Putting the mission to work in this way gives the team direction on what is expected of them today and what the business aspires to accomplish in the future. It immerses them in the mission and allows leaders to gain their buy-in and trust. A strong mission statement – one that is not only put onto paper and the company’s website, but also put into practice – will facilitate team members’ commitment to contributing to the business’ success.




It has been said that “what you measure will be your mission.” With a clear, written mission statement, leaders should be able to easily identify what results they need to track and evaluate. Metrics around the mission statement will help assess progress toward meeting goals and help determine areas of excellence and areas where improvements can be made.


Carefully decide what metrics to monitor, so that they relate to the tenets of the mission statement. Create standards and goals for improvement for each metric, because they directly relate to – and reflect on – how well the company is following its mission.


Realize that measuring results and evaluating them are only worth the time if they lead to actions taken as a result of what has been learned. If team members (either individually or collectively) exceed goals, acknowledge and celebrate their achievements. If the company is falling short of its goals, dig deeper to find out why and, then, engage the team in finding solutions to get it back on track.




Mission disconnect can – and does – happen within companies despite the best intentions. Day-to-day work can become repetitive and boring to employees, causing them to lose sight of the “big picture.” Another cause of disconnect is when there are employees who never commit to a com-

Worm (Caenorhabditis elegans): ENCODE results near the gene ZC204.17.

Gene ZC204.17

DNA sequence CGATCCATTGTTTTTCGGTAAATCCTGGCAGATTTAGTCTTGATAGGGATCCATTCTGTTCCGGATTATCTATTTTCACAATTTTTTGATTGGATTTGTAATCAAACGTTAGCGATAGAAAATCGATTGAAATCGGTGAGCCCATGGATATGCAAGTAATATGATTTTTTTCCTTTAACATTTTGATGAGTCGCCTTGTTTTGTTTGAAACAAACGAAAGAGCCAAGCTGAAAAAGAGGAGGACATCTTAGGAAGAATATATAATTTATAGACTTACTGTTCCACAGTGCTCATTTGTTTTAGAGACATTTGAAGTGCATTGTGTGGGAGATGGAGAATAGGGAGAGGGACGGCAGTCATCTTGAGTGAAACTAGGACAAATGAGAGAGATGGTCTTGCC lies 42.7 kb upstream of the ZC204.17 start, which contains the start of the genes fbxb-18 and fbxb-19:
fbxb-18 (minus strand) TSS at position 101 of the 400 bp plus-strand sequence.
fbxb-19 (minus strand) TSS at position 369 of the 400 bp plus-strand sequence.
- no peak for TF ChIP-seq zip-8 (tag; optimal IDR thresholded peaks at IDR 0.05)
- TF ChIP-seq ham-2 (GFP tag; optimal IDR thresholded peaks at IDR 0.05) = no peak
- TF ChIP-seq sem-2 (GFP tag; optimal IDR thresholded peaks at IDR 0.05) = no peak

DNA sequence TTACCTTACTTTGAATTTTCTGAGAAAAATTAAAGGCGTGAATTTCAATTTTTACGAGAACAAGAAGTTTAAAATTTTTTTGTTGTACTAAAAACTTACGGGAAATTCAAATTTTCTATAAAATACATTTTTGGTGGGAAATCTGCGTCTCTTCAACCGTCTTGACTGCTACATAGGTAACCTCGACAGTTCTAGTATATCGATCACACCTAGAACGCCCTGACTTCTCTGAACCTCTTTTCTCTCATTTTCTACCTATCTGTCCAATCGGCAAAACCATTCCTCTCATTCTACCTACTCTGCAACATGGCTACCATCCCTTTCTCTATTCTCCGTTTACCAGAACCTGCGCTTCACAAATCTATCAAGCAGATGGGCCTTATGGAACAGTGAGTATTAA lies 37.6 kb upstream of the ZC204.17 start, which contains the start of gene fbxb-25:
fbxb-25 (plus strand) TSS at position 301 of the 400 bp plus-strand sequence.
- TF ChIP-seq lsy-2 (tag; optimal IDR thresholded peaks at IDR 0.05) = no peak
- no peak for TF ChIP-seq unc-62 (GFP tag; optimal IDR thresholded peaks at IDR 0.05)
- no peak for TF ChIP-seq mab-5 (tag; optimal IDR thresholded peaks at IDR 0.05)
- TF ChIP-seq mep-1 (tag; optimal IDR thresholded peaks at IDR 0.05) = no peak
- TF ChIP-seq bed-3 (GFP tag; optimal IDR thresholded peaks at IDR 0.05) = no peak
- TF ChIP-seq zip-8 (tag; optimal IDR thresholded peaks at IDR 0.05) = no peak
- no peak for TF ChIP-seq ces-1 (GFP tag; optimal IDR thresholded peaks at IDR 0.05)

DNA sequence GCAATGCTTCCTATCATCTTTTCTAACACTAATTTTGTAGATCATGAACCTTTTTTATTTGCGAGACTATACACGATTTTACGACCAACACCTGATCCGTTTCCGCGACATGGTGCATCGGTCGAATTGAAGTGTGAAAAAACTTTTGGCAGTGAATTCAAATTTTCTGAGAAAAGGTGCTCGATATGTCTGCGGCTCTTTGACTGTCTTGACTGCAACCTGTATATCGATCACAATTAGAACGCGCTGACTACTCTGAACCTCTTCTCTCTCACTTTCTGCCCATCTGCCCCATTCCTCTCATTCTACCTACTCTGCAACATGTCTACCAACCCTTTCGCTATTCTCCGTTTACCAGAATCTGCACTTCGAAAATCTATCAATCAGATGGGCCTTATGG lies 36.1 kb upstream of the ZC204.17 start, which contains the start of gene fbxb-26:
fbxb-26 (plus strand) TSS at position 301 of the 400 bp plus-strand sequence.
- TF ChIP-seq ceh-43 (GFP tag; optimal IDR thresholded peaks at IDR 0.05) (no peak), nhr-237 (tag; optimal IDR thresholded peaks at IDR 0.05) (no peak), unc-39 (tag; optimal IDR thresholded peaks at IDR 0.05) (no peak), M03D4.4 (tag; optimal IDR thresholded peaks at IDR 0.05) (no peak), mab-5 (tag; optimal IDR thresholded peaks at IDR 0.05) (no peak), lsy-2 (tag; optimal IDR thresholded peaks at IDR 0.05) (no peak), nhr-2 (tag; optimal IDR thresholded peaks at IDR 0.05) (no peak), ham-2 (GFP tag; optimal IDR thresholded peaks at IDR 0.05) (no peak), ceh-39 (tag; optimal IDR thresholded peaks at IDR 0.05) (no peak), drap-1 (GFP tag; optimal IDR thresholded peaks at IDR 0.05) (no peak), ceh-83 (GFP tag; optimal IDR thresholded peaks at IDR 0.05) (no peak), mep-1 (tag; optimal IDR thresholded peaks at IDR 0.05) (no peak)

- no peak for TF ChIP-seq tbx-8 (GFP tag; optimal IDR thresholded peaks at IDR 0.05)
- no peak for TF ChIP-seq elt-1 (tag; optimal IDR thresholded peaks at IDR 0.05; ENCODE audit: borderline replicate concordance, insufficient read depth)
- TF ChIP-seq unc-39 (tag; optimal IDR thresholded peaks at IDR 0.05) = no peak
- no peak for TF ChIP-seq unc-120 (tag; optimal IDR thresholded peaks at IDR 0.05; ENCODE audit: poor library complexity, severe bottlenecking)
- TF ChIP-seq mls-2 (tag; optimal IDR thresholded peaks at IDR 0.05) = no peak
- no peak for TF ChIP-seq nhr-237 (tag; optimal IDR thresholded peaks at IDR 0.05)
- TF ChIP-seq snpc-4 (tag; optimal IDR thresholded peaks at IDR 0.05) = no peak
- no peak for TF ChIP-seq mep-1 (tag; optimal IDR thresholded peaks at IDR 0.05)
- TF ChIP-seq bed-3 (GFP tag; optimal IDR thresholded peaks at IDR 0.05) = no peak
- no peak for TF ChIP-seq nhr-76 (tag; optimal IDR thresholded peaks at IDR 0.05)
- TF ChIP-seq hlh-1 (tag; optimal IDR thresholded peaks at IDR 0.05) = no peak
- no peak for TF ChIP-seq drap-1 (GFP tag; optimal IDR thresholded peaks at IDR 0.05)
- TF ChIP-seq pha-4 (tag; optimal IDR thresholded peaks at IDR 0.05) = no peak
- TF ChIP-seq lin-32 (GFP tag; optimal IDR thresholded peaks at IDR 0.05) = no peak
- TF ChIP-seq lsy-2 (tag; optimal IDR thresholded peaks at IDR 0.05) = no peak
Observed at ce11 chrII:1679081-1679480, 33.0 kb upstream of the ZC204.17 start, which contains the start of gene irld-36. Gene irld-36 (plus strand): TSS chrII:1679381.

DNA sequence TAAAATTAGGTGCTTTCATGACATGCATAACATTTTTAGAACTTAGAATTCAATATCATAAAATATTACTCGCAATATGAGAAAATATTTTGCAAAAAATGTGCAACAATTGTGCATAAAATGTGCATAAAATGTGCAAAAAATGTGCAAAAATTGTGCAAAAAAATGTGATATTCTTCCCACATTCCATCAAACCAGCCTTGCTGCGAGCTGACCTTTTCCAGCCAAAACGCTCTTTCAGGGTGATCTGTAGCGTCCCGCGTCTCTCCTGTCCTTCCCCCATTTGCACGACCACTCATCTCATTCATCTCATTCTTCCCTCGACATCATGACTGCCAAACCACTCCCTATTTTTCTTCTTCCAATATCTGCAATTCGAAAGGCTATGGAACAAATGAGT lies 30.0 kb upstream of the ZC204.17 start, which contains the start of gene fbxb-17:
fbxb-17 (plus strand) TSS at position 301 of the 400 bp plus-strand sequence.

pany’s mission.


Getting disengaged team members to reconnect with the mission can be challenging and, if employees get too far removed from it, could require the help of a leadership consultant.


The best course of action is to not let a disconnect happen in the first place. Always use the mission statement in planning efforts so that objectives, strategies, and tactics align with it. Regularly communicate with employees about how their roles and what they do contribute to achieving the mission. Track the company’s progress in fulfilling its mission. Recognize and celebrate individual and group accomplishments related to fulfilling the mission. And, as soon as lapses in the mission are detected within the company, identify the issue and implement a solution to correct it.


Zig Ziglar said, “Outstanding people have one thing in common: an absolute sense of mission.”


This quote applies to individuals and businesses, too. It is why the mission statement is a mission-critical element for putting the company on the path to success. The spa industry is ultra-competitive and being satisfactory does not cut it. Each organization has to excel and stand out. Having an “absolute sense of mission” that is clearly captured in a mission statement and effectively communicated within the company will position leaders to do just that.


Heather KreiderHeather Kreider, CEO and founder of Makes Scents Natural Spa Line, has lived and breathed the spa industry for 19 years. Her credentials include post-graduate certification in advanced skin care at the International Dermal Institute and experience as an aesthetician specializing in European skin care. Besides her company’s signature line of products, they also create custom formulations for spas that wish to offer their own distinctive treatments. All of their products are certified cruelty-free by the Coalition for Consumer Information on Cosmetics. 717-824-3094 or This email address is being protected from spambots. You need JavaScript enabled to view it.

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August 2020